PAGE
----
Tag Archive | mosquito

8 Natural Mosquito Repellents

by Michelle Schoffro Cook

 

Before you grab that DEET-based mosquito repellent, consider using a natural option instead. DEET, also known as diethyl-meta-toluamide, by any other name still stinks. And research proves that the main ingredient in commercial mosquito repellents leaves more than a bad odor.  According to a Duke University study, it damages brain cells, can cause behavioural changes, and can have harmful interactions with some medications.  The scientists also observed that it caused brain cell death in animals frequently exposed to or after prolonged use of DEET.

Additional research found that up to 15 percent of DEET is absorbed through the skin directly into the bloodstream.  According to safety data sheets on diethyl-meta-toluaminde, the toxic effects of this chemical include: reproductive disturbances, genetic material mutations, and central nervous system disorders.

There’s no need to suffer long-term and serious health consequences to ward off pesky mosquitoes.  Choose a natural alternative that’s proven to work as effectively as DEET or in some case, MORE effectively than DEET.

Here are some natural options:

1. Catnip—You can drive cats wild and make mosquitoes run in terror, according to research at Iowa State University which found that the essential oil found in the herb catnip is about 10 times more effective than DEET in repelling mosquitoes.

2. Citronella—the old standby. Use only pure essential oil of citronella—not fragrance oil.  Oils purchased in bulk for burning are not adequate for applying topically to your skin.  For your skin it is best to get a high quality citronella essential oil from a natural food store.  While it’s not as effective as catnip, it’s still a good option.

3. Garlic—eat lots of fresh garlic—mosquitoes can’t stand the stuff.

4. Lavender essential oil smells great and is a commonly used and effective mosquito repellent.  It’s best diluted in a carrier oil like apricot kernel, sweet almond, or coconut oil.  If you can find organic soy oil, it is also a good option since it also keeps mosquitoes at bay.

5. Neem oil or neem seed oil:  According to a study by the US National Research Council neem oil is more effective than DEET.  The results were confirmed by scientists at the Malaria Institute in India and in research cited in the Journal of the American Mosquito Control Association. Neem is a plant that grows in India.

6. Organic soy oil—Research cited in The New England Journal of Medicine found that repellents made of soybean oil are just as effective as DEET-containing repellents. Soy oil is inexpensive and easy to find, making it an excellent choice. Plus, it is an excellent body moisturizer. As an aside, research shows that an ingredient in soy can slow the growth of body hair when applied topically.  Choose organic soy oil if possible since many soy crops are now genetically-modified.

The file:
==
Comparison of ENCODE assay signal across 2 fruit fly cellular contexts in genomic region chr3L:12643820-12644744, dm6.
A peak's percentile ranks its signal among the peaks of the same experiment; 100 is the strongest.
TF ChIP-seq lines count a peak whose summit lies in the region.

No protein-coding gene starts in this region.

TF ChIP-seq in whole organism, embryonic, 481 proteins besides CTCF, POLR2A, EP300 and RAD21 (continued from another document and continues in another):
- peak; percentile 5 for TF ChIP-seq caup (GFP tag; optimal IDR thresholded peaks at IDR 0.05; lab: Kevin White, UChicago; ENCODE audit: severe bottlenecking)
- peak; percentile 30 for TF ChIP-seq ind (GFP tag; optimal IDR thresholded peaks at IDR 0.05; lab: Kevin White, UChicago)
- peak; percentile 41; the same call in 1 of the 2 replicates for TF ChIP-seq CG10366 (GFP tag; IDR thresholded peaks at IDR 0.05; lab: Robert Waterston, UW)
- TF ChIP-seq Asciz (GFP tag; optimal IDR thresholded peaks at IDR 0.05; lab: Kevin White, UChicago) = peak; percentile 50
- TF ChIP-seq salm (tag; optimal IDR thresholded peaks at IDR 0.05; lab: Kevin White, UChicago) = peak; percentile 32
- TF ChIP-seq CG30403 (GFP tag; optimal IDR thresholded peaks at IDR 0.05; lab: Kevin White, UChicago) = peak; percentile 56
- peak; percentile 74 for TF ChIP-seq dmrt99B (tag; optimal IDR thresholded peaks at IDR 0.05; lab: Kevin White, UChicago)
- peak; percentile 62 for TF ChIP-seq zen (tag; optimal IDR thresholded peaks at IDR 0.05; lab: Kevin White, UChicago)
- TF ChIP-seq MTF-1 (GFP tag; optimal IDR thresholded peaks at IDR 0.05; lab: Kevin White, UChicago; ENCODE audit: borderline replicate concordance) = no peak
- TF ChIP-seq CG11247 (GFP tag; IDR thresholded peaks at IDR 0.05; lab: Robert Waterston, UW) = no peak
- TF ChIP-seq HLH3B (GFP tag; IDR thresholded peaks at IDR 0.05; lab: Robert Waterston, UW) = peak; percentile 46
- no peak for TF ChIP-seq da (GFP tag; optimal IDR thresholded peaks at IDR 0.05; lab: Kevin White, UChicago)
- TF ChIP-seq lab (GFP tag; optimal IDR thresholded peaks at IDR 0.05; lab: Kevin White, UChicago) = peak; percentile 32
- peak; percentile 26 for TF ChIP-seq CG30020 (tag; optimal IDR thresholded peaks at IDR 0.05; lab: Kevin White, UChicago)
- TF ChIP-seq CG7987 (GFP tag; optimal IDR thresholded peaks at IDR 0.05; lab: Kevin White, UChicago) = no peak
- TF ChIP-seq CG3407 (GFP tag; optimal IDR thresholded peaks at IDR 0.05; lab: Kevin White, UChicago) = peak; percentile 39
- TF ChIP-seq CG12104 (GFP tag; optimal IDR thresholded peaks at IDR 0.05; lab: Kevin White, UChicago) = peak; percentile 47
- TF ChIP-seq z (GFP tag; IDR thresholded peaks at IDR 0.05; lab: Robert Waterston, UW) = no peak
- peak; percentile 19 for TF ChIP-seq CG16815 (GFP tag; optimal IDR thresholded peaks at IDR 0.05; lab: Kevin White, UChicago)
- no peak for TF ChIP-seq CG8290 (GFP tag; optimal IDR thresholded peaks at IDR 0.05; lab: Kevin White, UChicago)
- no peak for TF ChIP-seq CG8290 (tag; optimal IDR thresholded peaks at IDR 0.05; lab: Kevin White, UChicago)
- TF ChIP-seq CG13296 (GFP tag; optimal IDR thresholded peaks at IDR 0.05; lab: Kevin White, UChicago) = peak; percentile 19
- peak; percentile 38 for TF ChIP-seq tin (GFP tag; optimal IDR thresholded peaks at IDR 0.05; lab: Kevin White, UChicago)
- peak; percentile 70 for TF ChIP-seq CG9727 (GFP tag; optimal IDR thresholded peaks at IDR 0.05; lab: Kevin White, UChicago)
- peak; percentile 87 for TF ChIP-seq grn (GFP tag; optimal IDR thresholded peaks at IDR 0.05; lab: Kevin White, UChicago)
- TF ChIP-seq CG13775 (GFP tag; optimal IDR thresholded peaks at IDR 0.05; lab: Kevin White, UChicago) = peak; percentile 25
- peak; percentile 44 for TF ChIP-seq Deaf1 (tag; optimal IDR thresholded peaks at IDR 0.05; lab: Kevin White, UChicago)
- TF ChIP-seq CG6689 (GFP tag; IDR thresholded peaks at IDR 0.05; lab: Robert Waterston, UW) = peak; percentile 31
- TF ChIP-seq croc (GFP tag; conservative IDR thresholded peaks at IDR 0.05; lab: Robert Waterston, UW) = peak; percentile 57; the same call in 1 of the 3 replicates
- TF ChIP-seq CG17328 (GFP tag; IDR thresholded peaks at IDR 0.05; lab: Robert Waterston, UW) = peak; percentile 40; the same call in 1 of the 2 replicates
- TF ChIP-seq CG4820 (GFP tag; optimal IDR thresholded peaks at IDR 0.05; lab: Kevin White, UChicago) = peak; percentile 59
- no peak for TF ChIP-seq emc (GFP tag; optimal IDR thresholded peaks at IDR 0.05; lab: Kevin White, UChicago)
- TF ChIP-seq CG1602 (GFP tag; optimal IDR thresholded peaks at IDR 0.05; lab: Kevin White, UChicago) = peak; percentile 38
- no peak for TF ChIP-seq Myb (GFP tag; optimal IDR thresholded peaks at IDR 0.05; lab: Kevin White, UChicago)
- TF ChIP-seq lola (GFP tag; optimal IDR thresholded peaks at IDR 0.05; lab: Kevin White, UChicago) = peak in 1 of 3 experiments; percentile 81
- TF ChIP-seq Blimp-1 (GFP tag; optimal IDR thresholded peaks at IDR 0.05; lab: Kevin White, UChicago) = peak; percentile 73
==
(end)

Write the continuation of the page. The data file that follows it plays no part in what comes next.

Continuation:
7. Lotus (Nelumbo nucifera)—New research published in the Asian Pacific Journal of Tropical Medicine shows that lotus is an effective mosquito repellent and also helps kill mosquito larvae.  Since lotus grows in water it is a good option as a natural repellent in backyard ponds and water features rather than something that is applied topically.

8. Black pepper (Piper nigrum)—New research from the same study shows that an extract (the study used an alcohol extract but black pepper essential oil would probably work too) of black pepper is effective in repelling mosquitoes.

I mix about 30 drops of the essential oils of catnip, citronella, lavender, neem, and black pepper (total, so about 6 drops of each essential oil) into about 30 mL of an unscented and natural oil or moisturizer, which I keep handy in a jar. I rub a bit onto my skin prior to heading outdoors. You can also mix 30 drops of these essential oils into organic soy oil for extra protection. Always do a 24-hour skin test to be sure you don’t have sensitivities to any of the oils.

Making a Mosquito Trap

 by anonymous

Because mosquitoes are attracted to the CO2 we breathe out, I started looking for ideas that used CO2 as the bait for the mosquito trap. I did think of dry ice but it does dissipate fairly quickly.

Supplies:

  • 1 2 liter soda bottle
  • a sharp knife
  • black paper
  • tape
  • candy thermometer

Take a 2 liter soda bottle. Cut off the top right below where it starts to narrow for the top, invert and place inside the lower half.

Make a simple sugar syrup.

Ingredients:

  • 1 cup sugar
  • 1 cup water
  • 2 cups cool water
  • 1 tsp. active dry yeast

Directions:

Bring 1 cup of the water to a boil.

Dissolve the sugar into the boiling water.

Once the sugar is dissolved completely, remove the pan from the heat. Stir in 2 cups cool water, stir well.

Check the temperature of the syrup to make sure it is no hotter than 90 degrees F, if hotter, let cool to 90 degrees F, add 1 tsp. active dry yeast, no need to mix. Put syrup in the bottom part of the bottle, using the cut off neck piece, leave in place.

Be sure to seal the two parts of the bottle with the tape. The fermenting yeast will release carbon dioxide. Put black paper around the bottle since mosquitoes like dark places and carbon dioxide. This mosquito trap will then start working.

TIPS: Put the trap in a dark and humid place for 2 weeks, you’ll see the effect. You’ll have to replace the sugar water + yeast solution every 2 weeks.